The timing of flowering plays a critical role in determining the productivity of agricultural crops. If the crops flower too early, the crop would mature before the end of the growing season, losing the opportunity to capture and use large amounts of light energy. If the crops flower too late, the crop may be killed by the change of seasons before it is ready to harvest. Maize flowering is one of the most important periods where even small amounts of stress can significantly alter yield. In this work, we developed and compared two methods for automatic tassel detection based on the imagery collected from an unmanned aerial vehicle, using deep learning models. The first approach was a customized framework for tassel detection based on convolutional neural network (TD-CNN). The other method was a state-of-the-art object detection technique of the faster region-based CNN (Faster R-CNN), serving as baseline detection accuracy. The evaluation criteria for tassel detection were customized to correctly reflect the needs of tassel detection in an agricultural setting. Although detecting thin tassels in the aerial imagery is challenging, our results showed promising accuracy: the TD-CNN had an F1 score of 95.9% and the Faster R-CNN had 97.9% F1 score. More CNN-based model structures can be investigated in the future for improved accuracy, speed, and generalizability on aerial-based tassel detection.
, Jocelyn Shen, Hae Won Park, Cynthia Breazeal
Frontiers in Robotics and AI, Volume 8; doi:10.3389/frobt.2021.683066

Abstract:
Across a wide variety of domains, artificial agents that can adapt and personalize to users have potential to improve and transform how social services are provided. Because of the need for personalized interaction data to drive this process, long-term (or longitudinal) interactions between users and agents, which unfold over a series of distinct interaction sessions, have attracted substantial research interest. In recognition of the expanded scope and structure of a long-term interaction, researchers are also adjusting the personalization models and algorithms used, orienting toward “continual learning” methods, which do not assume a stationary modeling target and explicitly account for the temporal context of training data. In parallel, researchers have also studied the effect of “multitask personalization,” an approach in which an agent interacts with users over multiple different tasks contexts throughout the course of a long-term interaction and learns personalized models of a user that are transferrable across these tasks. In this paper, we unite these two paradigms under the framework of “Lifelong Personalization,” analyzing the effect of multitask personalization applied to dynamic, non-stationary targets. We extend the multi-task personalization approach to the more complex and realistic scenario of modeling dynamic learners over time, focusing in particular on interactive scenarios in which the modeling agent plays an active role in teaching the student whose knowledge the agent is simultaneously attempting to model. Inspired by the way in which agents use active learning to select new training data based on domain context, we augment a Gaussian Process-based multitask personalization model with a mechanism to actively and continually manage its own training data, allowing a modeling agent to remove or reduce the weight of observed data from its training set, based on interactive context cues. We evaluate this method in a series of simulation experiments comparing different approaches to continual and multitask learning on simulated student data. We expect this method to substantially improve learning in Gaussian Process models in dynamic domains, establishing Gaussian Processes as another flexible modeling tool for Long-term Human-Robot Interaction (HRI) Studies.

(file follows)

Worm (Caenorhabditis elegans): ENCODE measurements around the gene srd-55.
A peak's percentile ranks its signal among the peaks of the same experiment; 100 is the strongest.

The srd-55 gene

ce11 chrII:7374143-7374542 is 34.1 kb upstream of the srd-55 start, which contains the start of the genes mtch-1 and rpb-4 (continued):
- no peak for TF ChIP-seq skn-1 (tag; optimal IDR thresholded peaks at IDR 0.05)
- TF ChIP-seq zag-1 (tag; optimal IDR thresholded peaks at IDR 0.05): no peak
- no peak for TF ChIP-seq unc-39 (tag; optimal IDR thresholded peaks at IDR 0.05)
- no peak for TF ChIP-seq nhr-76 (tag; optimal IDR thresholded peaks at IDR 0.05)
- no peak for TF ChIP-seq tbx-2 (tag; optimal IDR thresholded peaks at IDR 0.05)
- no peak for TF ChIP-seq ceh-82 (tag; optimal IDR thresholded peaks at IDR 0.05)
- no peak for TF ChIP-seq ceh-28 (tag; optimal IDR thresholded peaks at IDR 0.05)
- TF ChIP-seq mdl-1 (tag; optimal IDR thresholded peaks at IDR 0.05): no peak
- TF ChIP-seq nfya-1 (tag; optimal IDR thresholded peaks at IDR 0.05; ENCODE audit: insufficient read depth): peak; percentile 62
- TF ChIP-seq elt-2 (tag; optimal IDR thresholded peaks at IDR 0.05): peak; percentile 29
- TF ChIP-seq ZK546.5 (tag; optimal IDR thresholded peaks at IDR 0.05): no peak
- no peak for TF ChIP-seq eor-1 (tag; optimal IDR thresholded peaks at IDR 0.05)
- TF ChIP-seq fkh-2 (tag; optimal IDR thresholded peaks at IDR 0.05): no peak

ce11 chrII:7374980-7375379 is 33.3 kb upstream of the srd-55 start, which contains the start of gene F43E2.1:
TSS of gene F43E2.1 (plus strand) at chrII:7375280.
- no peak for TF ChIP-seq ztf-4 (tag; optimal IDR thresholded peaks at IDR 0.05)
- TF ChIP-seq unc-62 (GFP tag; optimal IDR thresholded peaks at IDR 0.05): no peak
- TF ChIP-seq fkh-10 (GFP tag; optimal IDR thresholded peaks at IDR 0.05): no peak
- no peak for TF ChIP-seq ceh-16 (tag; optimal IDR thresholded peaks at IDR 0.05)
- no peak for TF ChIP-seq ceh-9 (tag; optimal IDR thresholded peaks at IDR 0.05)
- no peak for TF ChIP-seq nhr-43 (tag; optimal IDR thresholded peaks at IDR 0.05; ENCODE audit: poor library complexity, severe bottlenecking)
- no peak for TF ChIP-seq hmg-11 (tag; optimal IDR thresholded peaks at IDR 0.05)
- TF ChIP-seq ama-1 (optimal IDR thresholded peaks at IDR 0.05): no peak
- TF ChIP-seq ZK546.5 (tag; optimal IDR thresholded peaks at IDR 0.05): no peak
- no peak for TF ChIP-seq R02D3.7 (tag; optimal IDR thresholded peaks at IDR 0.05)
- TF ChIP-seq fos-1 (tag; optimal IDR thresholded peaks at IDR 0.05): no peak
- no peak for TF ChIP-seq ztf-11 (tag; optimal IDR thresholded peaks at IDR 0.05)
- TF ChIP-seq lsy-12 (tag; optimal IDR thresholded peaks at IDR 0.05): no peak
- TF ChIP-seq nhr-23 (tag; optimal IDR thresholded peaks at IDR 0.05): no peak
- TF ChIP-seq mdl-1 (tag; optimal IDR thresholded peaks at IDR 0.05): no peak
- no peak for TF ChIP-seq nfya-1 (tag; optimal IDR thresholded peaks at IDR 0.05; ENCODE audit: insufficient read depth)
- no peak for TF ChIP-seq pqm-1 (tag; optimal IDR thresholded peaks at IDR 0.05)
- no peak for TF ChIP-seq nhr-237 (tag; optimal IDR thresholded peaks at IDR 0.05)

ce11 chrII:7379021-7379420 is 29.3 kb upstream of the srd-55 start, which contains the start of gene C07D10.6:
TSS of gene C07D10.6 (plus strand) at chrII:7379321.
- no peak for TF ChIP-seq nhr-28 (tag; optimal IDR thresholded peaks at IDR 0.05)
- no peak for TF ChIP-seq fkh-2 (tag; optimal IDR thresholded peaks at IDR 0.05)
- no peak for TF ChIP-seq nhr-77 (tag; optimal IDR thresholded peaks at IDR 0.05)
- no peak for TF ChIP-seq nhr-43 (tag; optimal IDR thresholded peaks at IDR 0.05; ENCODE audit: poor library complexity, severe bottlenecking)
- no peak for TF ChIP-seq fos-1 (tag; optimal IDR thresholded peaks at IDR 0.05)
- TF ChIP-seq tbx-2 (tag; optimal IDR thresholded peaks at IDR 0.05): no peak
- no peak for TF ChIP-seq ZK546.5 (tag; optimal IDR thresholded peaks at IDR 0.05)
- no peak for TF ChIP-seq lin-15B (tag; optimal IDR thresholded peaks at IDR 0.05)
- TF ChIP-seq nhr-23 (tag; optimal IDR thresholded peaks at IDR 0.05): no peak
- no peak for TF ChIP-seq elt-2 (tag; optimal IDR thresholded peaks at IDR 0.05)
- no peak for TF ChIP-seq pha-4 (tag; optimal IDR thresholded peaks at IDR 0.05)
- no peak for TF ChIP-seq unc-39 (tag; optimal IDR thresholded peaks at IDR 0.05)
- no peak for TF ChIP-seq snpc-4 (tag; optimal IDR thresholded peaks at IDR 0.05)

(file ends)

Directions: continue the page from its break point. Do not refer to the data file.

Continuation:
, Emy Arts, Brenda Vasiljevic, Ankit Srivastava, Florian Schmalzl, Glareh Mir, Kavish Bhatia, Erik Strahl, Annika Peters, Tayfun Alpay, et al.
Frontiers in Robotics and AI, Volume 8; doi:10.3389/frobt.2021.644529

Abstract:
As robots become more advanced and capable, developing trust is an important factor of human-robot interaction and cooperation. However, as multiple environmental and social factors can influence trust, it is important to develop more elaborate scenarios and methods to measure human-robot trust. A widely used measurement of trust in social science is the investment game. In this study, we propose a scaled-up, immersive, science fiction Human-Robot Interaction (HRI) scenario for intrinsic motivation on human-robot collaboration, built upon the investment game and aimed at adapting the investment game for human-robot trust. For this purpose, we utilize two Neuro-Inspired COmpanion (NICO) - robots and a projected scenery. We investigate the applicability of our space mission experiment design to measure trust and the impact of non-verbal communication. We observe a correlation of 0.43 (p=0.02) between self-assessed trust and trust measured from the game, and a positive impact of non-verbal communication on trust (p=0.0008) and robot perception for anthropomorphism (p=0.007) and animacy (p=0.00002). We conclude that our scenario is an appropriate method to measure trust in human-robot interaction and also to study how non-verbal communication influences a human’s trust in robots.
Sergio D. Sierra Marín, Daniel Gomez-Vargas, Nathalia Céspedes, Marcela Múnera, Flavio Roberti, Patricio Barria, Subramanian Ramamoorthy, Marcelo Becker, Ricardo Carelli,
Frontiers in Robotics and AI, Volume 8; doi:10.3389/frobt.2021.612746

Abstract:
Several challenges to guarantee medical care have been exposed during the current COVID-19 pandemic. Although the literature has shown some robotics applications to overcome the potential hazards and risks in hospital environments, the implementation of those developments is limited, and few studies measure the perception and the acceptance of clinicians. This work presents the design and implementation of several perception questionnaires to assess healthcare provider's level of acceptance and education toward robotics for COVID-19 control in clinic scenarios. Specifically, 41 healthcare professionals satisfactorily accomplished the surveys, exhibiting a low level of knowledge about robotics applications in this scenario. Likewise, the surveys revealed that the fear of being replaced by robots remains in the medical community. In the Colombian context, 82.9% of participants indicated a positive perception concerning the development and implementation of robotics in clinic environments. Finally, in general terms, the participants exhibited a positive attitude toward using robots and recommended them to be used in the current panorama.